“From May 1 to Labor Day, my job’s not that different from other northern Major League cities like Chicago, Cleveland, Detroit or Boston,” DiVito says. “It’s more on the front and back end — how you get the field ready for opening day and how you prepare it for winter so it comes out in good condition.”

For DiVito, that starts with planning. From late September to early November, he has a program to lightly feed the grass and apply fungicides to anticipate snow mold pressure leading into winter. Then his crew applies double topdressing to help insulate the plant and puts lightweight, breathable agricultural blankets on the field as a buffer in the absence of snow cover.

Over the winter, the crew also monitors for ice. If there’s significant ice for a prolonged period of time, they have to decide whether to turn on the field heating system.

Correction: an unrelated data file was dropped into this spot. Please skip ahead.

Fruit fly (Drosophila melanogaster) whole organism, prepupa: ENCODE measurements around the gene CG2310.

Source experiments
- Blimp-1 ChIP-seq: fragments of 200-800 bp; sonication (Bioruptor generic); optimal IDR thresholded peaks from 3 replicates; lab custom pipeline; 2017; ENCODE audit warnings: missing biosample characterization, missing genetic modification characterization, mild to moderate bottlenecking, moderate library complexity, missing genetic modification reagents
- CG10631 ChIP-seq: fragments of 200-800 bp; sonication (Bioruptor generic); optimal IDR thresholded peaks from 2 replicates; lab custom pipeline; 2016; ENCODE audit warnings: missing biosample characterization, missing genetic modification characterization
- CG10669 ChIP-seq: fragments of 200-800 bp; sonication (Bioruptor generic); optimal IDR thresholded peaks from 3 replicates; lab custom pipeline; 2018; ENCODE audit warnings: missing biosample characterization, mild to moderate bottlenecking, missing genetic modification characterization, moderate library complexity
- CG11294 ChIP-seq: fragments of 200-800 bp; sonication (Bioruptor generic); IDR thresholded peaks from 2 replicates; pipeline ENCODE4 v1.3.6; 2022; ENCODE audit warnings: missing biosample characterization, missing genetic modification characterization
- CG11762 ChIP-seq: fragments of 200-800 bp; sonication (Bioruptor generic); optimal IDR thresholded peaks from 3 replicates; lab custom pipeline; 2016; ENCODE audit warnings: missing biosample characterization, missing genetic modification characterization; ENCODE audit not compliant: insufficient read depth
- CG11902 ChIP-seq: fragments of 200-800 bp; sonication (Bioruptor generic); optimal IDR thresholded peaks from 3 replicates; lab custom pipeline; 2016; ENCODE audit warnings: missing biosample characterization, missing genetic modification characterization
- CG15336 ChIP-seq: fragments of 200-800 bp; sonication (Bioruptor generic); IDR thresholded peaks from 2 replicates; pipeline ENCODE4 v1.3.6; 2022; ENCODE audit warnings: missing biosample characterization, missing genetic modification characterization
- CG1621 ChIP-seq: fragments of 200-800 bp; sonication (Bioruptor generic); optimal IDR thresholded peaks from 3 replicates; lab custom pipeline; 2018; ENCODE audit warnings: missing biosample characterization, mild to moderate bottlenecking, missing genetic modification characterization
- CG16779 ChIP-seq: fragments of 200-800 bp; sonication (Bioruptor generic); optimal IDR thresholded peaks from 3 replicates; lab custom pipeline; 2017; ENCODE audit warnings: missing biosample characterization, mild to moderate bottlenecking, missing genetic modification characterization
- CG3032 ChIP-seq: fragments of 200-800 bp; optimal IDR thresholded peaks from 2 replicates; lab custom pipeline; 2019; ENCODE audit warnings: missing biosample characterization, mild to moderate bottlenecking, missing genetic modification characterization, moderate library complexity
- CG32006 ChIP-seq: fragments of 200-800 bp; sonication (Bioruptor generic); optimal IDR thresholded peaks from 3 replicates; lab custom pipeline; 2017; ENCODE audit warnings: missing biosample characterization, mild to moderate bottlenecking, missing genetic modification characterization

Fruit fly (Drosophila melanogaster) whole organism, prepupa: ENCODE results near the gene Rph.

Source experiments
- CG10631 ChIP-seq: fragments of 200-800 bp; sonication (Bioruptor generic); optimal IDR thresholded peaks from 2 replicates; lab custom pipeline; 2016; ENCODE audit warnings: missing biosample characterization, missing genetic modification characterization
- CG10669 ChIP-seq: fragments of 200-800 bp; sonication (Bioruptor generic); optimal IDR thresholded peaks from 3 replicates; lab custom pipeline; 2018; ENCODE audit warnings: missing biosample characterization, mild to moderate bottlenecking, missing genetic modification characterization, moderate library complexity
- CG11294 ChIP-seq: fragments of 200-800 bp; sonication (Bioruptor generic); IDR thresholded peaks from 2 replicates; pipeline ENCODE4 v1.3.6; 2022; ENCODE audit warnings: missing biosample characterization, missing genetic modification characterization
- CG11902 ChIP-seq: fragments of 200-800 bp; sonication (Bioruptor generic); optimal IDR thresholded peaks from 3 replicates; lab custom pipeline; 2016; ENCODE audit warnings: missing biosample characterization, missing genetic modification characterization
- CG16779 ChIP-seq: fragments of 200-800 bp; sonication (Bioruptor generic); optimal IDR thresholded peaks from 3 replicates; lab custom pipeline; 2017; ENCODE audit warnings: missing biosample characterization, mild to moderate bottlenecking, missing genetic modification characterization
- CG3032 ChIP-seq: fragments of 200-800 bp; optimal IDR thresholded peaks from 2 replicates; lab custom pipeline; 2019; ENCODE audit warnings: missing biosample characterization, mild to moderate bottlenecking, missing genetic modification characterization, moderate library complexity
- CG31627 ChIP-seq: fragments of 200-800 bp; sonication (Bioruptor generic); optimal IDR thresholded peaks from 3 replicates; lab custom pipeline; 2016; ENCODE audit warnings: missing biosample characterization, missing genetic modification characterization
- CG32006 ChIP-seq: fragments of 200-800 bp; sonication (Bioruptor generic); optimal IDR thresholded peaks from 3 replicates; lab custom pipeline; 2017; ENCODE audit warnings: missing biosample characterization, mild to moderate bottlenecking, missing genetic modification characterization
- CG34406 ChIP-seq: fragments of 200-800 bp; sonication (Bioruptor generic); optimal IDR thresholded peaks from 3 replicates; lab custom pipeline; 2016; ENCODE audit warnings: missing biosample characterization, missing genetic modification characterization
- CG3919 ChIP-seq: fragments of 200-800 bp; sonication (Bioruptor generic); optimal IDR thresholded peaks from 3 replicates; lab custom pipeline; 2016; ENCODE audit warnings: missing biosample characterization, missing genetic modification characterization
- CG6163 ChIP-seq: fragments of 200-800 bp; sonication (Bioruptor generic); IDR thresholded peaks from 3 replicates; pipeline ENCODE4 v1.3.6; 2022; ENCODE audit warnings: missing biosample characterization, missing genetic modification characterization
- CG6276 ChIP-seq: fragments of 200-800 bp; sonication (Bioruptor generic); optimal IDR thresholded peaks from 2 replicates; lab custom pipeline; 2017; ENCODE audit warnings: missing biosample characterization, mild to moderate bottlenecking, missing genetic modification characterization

In the spring, their first move is to clear snow. Depending on how deep it is, they may use the heating system to gradually melt it or clear it with their Groundsmaster® 360, which is configured as a snow-only unit. They can also attach a plow to one of their Sand Pro® groomers. Both machines have a relatively lightweight footprint, which is important on a sand-based natural grass field. “We’re expected to be 100% game-ready the first week of April, so we’re not bringing heavy equipment out there to move snow around,” DiVito notes.

It takes a diverse fleet. And the right support.
In addition to the Groundsmaster 360 and three Sand Pro groomers, Target Field’s Toro fleet includes a Reelmaster® 5210 outfield mower, several Greensmaster® walk mowers, a Multi Pro® sprayer and a GreensPro® roller. They also have a ProCore® 648 aerator, a Pro Sweep® attachment and a Topdresser 1800, as well as diesel, gas and electric Workman® utility vehicles and a Pro Force® debris blower (which they connect to pipes under the field so they can blow air into the tarps to shed water after a light rain).